(Updates with lawyer’s comment in ninth paragraph.)
Sept. 4 (Bloomberg) -- A pharmacist tied to a 2012 outbreak of meningitis in the U.S. was detained as he sought to board a flight from Boston to Hong Kong in the first arrest stemming from an epidemic that killed 64 people and infected hundreds.
Glenn Chin, 46, a former supervisor at New England Compounding Center, the now-bankrupt pharmaceutical company at the heart of the outbreak, was held today at Logan International Airport and charged with one count of mail fraud, the U.S. Attorney’s Office in Boston said in a statement.
“The government did exactly what it should have done -- holding him and keeping him held accountable,” Kim Dougherty, a lawyer representing more than 100 victims, said after Chin appeared in Boston federal court today. “The contamination happened on his watch.”
The pharmacy’s tainted drugs, including a pain-killing steroid administered by spinal injection, caused 751 meningitis cases in 20 states, the U.S. said. The outbreak led to calls by Congress for greater federal oversight of so-called compounding pharmacies that provide health-care companies with tailored drug mixtures that aren’t commercially available.
U.S. Magistrate Judge Jennifer Boal released Chin on home confinement and a $50,000 unsecured bond, and scheduled a probable cause hearing for Sept. 11. He faces as long as 20 years in prison and a fine of at least $250,000, the U.S. said.
Chin, who was a supervising pharmacist at the Framingham, Massachusetts-based company, was involved in compounding a batch of contaminated medicine that was later injected into hundreds of patients of one of its customers, Michigan Pain Specialists, the U.S. said.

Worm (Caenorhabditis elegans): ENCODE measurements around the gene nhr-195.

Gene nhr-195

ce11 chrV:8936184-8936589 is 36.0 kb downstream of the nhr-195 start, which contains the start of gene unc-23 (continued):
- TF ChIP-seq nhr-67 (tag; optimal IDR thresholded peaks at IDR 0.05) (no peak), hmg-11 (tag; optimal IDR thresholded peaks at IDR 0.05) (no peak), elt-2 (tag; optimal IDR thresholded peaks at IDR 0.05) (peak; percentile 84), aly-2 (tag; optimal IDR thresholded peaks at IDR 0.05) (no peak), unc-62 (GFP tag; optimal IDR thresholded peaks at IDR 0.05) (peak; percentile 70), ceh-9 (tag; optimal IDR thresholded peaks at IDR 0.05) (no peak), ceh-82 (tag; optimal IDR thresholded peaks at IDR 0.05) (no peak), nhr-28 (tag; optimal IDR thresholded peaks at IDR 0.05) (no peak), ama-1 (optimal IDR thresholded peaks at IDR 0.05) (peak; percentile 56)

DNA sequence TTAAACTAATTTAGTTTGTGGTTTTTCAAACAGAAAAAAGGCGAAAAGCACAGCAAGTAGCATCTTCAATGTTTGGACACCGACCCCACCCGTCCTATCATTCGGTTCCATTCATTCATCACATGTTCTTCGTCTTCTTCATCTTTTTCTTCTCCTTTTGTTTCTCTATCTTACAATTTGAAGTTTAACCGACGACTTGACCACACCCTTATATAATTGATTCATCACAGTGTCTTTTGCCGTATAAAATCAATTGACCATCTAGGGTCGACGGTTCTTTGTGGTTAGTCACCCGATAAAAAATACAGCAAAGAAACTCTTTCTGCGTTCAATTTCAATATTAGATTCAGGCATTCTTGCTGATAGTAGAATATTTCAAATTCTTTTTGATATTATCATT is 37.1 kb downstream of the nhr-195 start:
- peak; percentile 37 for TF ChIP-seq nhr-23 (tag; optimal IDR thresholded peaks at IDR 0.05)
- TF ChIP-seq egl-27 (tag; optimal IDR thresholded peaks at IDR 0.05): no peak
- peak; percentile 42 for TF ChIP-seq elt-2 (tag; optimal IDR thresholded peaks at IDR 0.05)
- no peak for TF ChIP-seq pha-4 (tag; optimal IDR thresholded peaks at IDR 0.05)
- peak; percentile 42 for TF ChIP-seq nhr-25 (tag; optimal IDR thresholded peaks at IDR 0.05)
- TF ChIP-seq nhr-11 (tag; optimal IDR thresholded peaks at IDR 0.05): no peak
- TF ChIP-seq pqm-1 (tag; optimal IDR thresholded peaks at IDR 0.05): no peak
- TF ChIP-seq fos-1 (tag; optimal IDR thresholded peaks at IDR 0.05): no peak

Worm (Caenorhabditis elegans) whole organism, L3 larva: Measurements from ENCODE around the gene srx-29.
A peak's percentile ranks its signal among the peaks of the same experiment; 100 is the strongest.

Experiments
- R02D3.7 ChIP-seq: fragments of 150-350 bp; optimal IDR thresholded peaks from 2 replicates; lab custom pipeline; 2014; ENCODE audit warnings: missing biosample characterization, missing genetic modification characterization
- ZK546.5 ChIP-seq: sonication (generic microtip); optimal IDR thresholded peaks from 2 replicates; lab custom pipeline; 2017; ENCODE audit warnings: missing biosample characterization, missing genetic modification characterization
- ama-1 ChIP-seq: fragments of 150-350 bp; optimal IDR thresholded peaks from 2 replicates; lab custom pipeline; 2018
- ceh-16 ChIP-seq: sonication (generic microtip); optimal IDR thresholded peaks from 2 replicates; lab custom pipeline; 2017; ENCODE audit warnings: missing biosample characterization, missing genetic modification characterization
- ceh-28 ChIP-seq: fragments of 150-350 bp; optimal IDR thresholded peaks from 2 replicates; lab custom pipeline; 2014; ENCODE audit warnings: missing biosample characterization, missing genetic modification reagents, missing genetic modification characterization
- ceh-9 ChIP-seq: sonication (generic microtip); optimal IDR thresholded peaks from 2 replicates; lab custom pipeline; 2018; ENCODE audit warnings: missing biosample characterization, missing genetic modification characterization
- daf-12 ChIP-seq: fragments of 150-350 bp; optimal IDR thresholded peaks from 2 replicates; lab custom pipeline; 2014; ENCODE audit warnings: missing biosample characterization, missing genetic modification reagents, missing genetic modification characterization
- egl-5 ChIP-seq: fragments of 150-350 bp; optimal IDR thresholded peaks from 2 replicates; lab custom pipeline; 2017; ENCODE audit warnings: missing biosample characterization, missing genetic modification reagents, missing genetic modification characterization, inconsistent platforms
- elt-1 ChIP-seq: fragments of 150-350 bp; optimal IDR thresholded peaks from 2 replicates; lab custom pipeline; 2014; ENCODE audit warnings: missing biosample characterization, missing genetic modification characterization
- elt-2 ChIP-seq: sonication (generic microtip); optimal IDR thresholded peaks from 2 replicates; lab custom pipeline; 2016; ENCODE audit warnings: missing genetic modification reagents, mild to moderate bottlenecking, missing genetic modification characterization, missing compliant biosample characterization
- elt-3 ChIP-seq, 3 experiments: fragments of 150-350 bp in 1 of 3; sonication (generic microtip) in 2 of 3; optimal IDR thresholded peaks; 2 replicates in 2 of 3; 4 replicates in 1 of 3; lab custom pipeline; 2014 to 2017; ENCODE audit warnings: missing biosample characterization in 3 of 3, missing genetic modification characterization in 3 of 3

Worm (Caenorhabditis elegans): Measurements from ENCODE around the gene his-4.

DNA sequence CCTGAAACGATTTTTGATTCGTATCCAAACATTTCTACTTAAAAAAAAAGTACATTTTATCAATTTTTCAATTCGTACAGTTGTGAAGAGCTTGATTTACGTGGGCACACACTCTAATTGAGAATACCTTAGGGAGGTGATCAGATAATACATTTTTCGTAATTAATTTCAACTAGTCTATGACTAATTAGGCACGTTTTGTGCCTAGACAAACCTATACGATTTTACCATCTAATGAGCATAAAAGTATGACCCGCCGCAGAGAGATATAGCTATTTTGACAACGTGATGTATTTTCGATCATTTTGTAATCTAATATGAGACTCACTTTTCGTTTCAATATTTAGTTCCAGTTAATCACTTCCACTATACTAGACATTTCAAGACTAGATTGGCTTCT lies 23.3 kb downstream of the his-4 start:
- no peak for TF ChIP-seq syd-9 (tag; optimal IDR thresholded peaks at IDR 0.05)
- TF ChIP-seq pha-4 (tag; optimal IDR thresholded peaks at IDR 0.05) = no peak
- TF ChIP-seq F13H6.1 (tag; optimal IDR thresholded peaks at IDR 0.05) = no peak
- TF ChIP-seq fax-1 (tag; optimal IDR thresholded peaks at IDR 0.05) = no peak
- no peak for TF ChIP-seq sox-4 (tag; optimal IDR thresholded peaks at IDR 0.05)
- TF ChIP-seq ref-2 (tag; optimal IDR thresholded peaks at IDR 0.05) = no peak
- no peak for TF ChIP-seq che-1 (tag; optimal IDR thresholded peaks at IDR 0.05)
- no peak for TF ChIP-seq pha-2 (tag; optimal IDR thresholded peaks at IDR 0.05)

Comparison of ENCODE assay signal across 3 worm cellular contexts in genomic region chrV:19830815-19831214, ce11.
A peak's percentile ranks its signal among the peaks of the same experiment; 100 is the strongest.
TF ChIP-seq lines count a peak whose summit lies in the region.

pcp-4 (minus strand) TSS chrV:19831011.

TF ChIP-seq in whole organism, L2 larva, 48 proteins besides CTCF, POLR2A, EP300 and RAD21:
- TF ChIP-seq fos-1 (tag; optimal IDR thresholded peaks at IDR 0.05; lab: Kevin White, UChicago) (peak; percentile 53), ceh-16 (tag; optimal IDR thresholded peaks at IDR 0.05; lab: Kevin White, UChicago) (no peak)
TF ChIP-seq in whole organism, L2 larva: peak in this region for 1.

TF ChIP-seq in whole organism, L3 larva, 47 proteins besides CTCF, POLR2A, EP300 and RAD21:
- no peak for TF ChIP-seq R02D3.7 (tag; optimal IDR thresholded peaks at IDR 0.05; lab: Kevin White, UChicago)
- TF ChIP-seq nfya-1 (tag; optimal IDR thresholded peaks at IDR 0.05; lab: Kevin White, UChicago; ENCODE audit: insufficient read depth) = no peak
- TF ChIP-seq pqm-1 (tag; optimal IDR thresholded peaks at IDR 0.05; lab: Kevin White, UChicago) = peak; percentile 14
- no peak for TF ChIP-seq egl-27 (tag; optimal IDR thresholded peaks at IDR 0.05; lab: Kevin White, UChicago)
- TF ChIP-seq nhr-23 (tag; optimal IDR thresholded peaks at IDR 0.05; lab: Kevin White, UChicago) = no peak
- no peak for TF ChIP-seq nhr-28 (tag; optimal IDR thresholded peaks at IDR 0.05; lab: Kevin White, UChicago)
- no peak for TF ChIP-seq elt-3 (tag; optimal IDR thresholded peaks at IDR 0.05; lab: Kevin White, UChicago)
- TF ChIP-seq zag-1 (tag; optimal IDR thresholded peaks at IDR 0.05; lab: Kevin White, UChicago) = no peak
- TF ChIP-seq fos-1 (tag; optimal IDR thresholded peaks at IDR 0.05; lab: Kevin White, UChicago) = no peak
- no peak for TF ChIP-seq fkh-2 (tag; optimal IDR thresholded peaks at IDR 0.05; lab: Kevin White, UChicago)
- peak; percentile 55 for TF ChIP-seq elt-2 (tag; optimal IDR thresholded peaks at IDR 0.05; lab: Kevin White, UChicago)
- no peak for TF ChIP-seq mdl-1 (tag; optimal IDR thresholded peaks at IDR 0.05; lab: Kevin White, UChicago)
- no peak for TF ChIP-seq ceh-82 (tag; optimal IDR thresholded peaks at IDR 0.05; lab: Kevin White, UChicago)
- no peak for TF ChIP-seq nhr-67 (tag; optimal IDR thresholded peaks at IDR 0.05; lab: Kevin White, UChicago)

The batch that Chin signed off on resulted in 217 infections and 15 deaths, the authorities said. He’s named in several of the lawsuits filed against New England Compounding in Boston federal court.
The company, formally known as New England Compounding Pharmacy Inc., suspended operations and filed for bankruptcy protection in December 2012 as a result of lawsuits by victims and families. The company and its insurers last month won court approval of a settlement of almost $100 million.
Chin, who worked at the company starting in 2004, is now a “stay-at-home dad” who is “absolutely heartbroken about what happened” at New England Compounding, his lawyer, Paul Shaw, said after today’s hearing.
“I’ve never been informed he’s a target,” Shaw said.
Chin was attempting to travel to a wedding in Hong Kong and held round-trip tickets for himself, his wife, his two children and his mother at the time of his arrest, said Shaw, of Verrill Dana LLP in Boston. Chin’s family continued without him after he was detained, Shaw said.
Chin was detained because he was about to board an international flight, and the criminal investigation into the outbreak is continuing, the U.S. said. It’s the first arrest tied to the case, Christina Sterling, a spokeswoman for the U.S. Attorney’s Office in Boston, said in an e-mail.
Chin has lost 20 pounds as a result of emotional stress over the outbreak and had been cooperating with the investigation, Shaw said. Chin wasn’t contacted by authorities regarding his planned trip, the lawyer said.
New England Compounding’s facilities were in “deplorable” physical condition when they were probed by state and federal health investigators after the outbreak, according to complaints against the company. Authorities found contaminated vials of medicine, dirty surfaces and equipment in sterile “clean rooms” where medicine was prepared, incorrect room temperatures, leaky boilers and air contaminants, victims said in court papers.
Chin’s duties included signing off on the sterility of clean rooms, said Dougherty, the plaintiffs lawyer in the related civil cases.
Shortly before New England Compounding filed its Chapter 11 bankruptcy petition, the company surrendered its Massachusetts pharmacy license, recalled all its products and fired most employees, court records show.